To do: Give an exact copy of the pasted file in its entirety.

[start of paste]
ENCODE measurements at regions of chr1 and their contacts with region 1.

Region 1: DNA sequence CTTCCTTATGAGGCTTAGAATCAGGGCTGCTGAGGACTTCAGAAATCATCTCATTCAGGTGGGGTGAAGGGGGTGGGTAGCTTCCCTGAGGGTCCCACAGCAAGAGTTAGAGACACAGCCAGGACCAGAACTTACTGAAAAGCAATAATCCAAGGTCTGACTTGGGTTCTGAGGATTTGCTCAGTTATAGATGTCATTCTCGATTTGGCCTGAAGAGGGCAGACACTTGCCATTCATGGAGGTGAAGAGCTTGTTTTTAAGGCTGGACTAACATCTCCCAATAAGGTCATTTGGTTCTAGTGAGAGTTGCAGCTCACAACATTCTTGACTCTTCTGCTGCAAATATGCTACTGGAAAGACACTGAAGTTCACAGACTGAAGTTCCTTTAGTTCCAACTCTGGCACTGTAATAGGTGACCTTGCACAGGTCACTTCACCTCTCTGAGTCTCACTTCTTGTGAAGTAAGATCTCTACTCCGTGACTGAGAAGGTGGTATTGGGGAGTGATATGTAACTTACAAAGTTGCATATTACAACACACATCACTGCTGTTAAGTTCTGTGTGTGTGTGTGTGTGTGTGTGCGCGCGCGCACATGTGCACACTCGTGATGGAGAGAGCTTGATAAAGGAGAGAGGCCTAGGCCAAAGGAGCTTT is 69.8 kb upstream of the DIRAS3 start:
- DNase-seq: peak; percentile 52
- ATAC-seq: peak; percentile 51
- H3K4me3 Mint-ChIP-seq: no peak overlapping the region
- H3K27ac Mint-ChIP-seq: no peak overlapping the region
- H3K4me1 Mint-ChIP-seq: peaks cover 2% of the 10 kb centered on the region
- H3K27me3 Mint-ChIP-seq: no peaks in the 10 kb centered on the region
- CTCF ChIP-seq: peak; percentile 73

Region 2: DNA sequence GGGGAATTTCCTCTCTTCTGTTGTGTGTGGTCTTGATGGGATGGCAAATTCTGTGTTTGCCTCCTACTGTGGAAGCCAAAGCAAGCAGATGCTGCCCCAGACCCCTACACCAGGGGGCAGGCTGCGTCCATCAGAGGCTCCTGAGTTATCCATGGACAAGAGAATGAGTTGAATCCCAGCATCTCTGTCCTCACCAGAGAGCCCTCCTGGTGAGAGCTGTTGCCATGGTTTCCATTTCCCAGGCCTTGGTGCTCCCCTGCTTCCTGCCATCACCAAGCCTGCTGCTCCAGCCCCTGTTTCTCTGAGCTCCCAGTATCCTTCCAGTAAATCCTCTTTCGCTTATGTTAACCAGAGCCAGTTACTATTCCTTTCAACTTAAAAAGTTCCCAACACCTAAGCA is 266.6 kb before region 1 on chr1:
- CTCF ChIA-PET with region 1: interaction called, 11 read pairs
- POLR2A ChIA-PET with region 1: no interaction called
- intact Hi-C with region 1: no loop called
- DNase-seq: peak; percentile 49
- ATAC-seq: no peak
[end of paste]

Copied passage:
ENCODE measurements at regions of chr1 and their contacts with region 1.

Region 1: DNA sequence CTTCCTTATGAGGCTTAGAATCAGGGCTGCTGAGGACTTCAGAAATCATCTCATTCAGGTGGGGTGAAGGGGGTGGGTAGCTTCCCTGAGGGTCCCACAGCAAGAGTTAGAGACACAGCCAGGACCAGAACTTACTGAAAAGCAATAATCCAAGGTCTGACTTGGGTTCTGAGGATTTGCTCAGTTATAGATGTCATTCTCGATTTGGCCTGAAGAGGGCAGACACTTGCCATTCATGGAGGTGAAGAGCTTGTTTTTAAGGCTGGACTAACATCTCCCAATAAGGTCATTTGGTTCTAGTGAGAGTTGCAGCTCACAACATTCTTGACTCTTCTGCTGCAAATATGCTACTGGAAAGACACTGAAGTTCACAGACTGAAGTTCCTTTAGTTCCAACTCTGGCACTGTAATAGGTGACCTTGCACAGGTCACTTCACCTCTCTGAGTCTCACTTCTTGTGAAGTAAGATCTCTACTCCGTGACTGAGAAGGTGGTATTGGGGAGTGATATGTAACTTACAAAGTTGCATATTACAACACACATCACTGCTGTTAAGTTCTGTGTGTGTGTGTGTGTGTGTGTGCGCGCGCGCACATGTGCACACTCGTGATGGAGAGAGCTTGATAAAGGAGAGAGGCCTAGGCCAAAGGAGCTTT is 69.8 kb upstream of the DIRAS3 start:
- DNase-seq: peak; percentile 52
- ATAC-seq: peak; percentile 51
- H3K4me3 Mint-ChIP-seq: no peak overlapping the region
- H3K27ac Mint-ChIP-seq: no peak overlapping the region
- H3K4me1 Mint-ChIP-seq: peaks cover 2% of the 10 kb centered on the region
- H3K27me3 Mint-ChIP-seq: no peaks in the 10 kb centered on the region
- CTCF ChIP-seq: peak; percentile 73

Region 2: DNA sequence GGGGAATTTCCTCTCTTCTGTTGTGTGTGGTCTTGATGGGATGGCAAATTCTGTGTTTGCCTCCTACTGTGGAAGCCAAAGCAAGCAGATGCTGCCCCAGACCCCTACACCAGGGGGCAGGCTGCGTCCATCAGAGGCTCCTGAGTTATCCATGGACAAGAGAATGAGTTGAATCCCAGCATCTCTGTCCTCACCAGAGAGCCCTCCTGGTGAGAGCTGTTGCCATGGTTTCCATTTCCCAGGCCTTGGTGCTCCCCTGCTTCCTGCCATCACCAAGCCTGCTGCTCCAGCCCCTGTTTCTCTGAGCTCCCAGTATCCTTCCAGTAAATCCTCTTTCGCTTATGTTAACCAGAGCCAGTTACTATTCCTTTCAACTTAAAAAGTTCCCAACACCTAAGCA is 266.6 kb before region 1 on chr1:
- CTCF ChIA-PET with region 1: interaction called, 11 read pairs
- POLR2A ChIA-PET with region 1: no interaction called
- intact Hi-C with region 1: no loop called
- DNase-seq: peak; percentile 49
- ATAC-seq: no peak